Three sequels of the book were published, The Haunted Mask II in October 1995 (the thirty-sixth book in the Goosebumps series),[21] The Scream of the Haunted Mask on August 1, 2008 (the fourth book in the Goosebumps HorrorLand series)[22] and a stand-alone story on July 1, 2012, Wanted: The Haunted Mask.[23] Wanted: The Haunted Mask was published as a celebration of the 20th anniversary of Goosebumps.[24] Another book, The Haunted Mask Lives!, was listed on illustrator Tim Jacobus's website, but was not released.[25]


  1. ^ "13 Things You Want to Know About R.L. Stine". Scholastic. Retrieved May 4, 2018.
  2. ^ Neary, Lynn (October 31, 2008). "Goosebumps And Guffaws In Stine's 'HorrorLand'". NPR. Retrieved February 7, 2015.
  3. ^ Jacobus, Tim (February 1998). It Came from New Jersey!: My Life as an Artist. Scholastic. p. 29. ISBN 0-590-10853-0.
  4. ^ Lodge, Sally (July 21, 2003). "Children's Books for Fall, Sasquatch Books - Silver Dolphin". Publishers Weekly. Retrieved May 20, 2017.
  5. ^ a b Clarke, Terreece. "Classic Goosebumps: The Haunted Mask". Common Sense Media. Retrieved February 7, 2015.
  6. ^ "The Haunted Mask". OverDrive. Retrieved July 3, 2017.
  7. ^ "The Haunted Mask". USA Today. Retrieved May 20, 2017.
  8. ^ Hochman Turvey, Debbie (December 17, 2001). Roback, Diane; Britton, Jason (eds.). "All-Time Bestselling Children's Books". Publishers Weekly. Retrieved May 4, 2018.
  9. ^ Pires, Kevin (October 8, 2013). "Celebrate R.L. Stine's 70th Birthday With His 10 Best 'Goosebumps' Books". Flavorwire. Retrieved February 7, 2015.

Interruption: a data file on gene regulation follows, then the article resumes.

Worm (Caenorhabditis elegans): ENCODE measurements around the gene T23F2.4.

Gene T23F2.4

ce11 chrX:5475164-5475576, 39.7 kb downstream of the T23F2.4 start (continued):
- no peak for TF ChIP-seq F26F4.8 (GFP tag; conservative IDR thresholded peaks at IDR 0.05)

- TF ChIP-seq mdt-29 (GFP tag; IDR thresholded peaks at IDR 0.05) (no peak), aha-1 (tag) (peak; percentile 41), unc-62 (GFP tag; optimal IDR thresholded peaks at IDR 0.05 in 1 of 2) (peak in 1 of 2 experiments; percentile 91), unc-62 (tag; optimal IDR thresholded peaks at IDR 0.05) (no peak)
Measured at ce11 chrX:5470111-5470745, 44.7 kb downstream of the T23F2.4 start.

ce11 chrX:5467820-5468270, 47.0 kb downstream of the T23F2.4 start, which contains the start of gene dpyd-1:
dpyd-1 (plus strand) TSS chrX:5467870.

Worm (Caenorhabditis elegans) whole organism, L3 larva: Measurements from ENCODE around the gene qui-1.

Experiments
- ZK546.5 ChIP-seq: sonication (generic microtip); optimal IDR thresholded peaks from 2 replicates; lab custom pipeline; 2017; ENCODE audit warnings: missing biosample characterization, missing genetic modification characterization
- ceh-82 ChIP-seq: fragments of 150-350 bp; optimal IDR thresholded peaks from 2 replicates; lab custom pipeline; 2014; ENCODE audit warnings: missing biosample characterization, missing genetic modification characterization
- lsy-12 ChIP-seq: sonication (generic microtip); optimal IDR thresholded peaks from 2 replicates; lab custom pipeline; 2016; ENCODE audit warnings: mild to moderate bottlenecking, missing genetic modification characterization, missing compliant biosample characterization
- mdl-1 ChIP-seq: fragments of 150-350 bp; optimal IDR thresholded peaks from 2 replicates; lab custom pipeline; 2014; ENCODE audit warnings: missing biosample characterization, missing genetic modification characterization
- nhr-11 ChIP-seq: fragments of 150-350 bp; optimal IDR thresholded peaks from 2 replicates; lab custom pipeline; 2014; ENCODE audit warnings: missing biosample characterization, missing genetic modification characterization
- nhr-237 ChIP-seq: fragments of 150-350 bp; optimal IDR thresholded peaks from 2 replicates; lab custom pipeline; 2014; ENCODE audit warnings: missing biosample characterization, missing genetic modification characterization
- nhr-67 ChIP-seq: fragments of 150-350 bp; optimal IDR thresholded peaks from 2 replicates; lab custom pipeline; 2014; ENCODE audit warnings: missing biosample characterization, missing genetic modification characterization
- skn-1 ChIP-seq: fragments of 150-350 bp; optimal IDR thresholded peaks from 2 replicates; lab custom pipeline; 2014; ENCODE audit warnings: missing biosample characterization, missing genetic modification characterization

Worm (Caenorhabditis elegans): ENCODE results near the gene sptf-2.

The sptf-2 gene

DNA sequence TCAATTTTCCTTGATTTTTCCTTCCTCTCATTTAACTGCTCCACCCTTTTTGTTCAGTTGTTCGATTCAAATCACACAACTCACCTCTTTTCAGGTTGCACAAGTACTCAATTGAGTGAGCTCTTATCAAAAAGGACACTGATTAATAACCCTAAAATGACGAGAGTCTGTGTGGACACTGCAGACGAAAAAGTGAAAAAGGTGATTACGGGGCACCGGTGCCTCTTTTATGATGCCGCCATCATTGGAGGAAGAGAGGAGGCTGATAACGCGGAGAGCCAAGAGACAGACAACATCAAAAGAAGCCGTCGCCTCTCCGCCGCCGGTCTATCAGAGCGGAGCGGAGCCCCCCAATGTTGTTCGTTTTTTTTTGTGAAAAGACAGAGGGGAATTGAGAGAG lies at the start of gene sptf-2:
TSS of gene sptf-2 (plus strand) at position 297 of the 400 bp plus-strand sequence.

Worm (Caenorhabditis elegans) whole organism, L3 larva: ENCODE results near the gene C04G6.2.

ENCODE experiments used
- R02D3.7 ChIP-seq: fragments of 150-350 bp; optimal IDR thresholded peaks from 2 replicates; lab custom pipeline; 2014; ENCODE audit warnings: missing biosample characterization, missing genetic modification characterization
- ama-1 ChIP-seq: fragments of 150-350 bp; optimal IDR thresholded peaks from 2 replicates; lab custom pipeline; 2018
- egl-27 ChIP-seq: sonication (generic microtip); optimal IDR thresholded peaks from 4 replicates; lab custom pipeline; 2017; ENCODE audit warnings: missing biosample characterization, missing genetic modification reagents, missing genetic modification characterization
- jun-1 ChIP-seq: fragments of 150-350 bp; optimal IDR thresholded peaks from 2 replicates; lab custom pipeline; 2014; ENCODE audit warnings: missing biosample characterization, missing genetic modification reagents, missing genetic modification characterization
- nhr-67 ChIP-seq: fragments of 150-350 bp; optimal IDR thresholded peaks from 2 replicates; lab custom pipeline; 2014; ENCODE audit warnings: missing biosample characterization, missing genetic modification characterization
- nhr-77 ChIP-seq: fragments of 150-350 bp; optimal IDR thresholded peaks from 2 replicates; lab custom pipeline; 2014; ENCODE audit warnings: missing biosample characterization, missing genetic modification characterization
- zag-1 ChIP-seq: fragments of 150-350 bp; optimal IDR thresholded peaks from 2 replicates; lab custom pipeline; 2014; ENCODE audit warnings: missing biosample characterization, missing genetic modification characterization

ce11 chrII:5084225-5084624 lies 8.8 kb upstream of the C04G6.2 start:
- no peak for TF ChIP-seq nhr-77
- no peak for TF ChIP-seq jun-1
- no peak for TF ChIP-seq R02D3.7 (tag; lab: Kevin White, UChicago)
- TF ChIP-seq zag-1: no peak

10. ^ Reese, Nathan; Marine, Brooke (October 27, 2014). "The Definitive Ranking of All 62 Original "Goosebumps" Books". Retrieved May 4, 2018.
  11. ^ Foerstel, Herbert N. Banned in the U.S.A.: A Reference Guide to Book Censorship in Schools and Public Libraries. Greenwood Publishing Group. p. 222. ISBN 0-313-31166-8.
  12. ^ Gittins, Susan (September 1996). "Bronfman in prime time". Report on Business Magazine. 13 (3): 86–92 – via ProQuest.
  13. ^ Martin, John (October 27, 1995). "Things that go 'Goosebumps' in the night". The Gadsden Times. p. D4. Retrieved February 7, 2015.
  14. ^ Marguiles, Lee (November 1, 1995). "World Series Viewership Slips Despite Big Week". Los Angeles Times. p. F12. Retrieved April 8, 2020 – via
  15. ^ McKay, John (January 26, 1996). "Slime TV Kids horror series gives them Goosebumps". The Canadian Press. Winnipeg Free Press. p. D1 – via Factiva.
  16. ^ Heffley, Lynne (March 22, 1996). "Youthful Performers Get 'Lesson' in Drama". Los Angeles Times. Retrieved February 7, 2015.
  17. ^ "Top Video Sales". Billboard. 109 (2): 39. January 11, 1997. ISSN 0006-2510.
  18. ^ Tharpe, Frazier; Klinkenberg, Brendan; Khal (October 27, 2017). "The 25 Best Halloween Themed TV Episodes". Retrieved May 4, 2018.
  19. ^ Erica Green, Michelle. "Goosebumps - The Haunted Mask". Archived from the original on June 16, 2000. Retrieved February 7, 2015.
  20. ^ "Gemini Nominees: And the 1997 nominees are". Playback. January 27, 1997. Retrieved February 7, 2015.
  21. ^ "The Haunted Mask II". Retrieved May 20, 2017.
  22. ^ Shannon, Terry Miller. "Goosebumps Horrorland: #4: The Scream of the Haunted Mask". Retrieved May 4, 2018.
  23. ^ "Wanted: The Haunted Mask". Kirkus Reviews. Retrieved May 20, 2017.
  24. ^ Stine, R. L. "New Haunted Mask Novel!". Archived from the original on December 20, 2016. Retrieved May 20, 2017.
  25. ^ "GooseBumps Gold". Archived from the original on October 2, 2017. Retrieved May 4, 2018.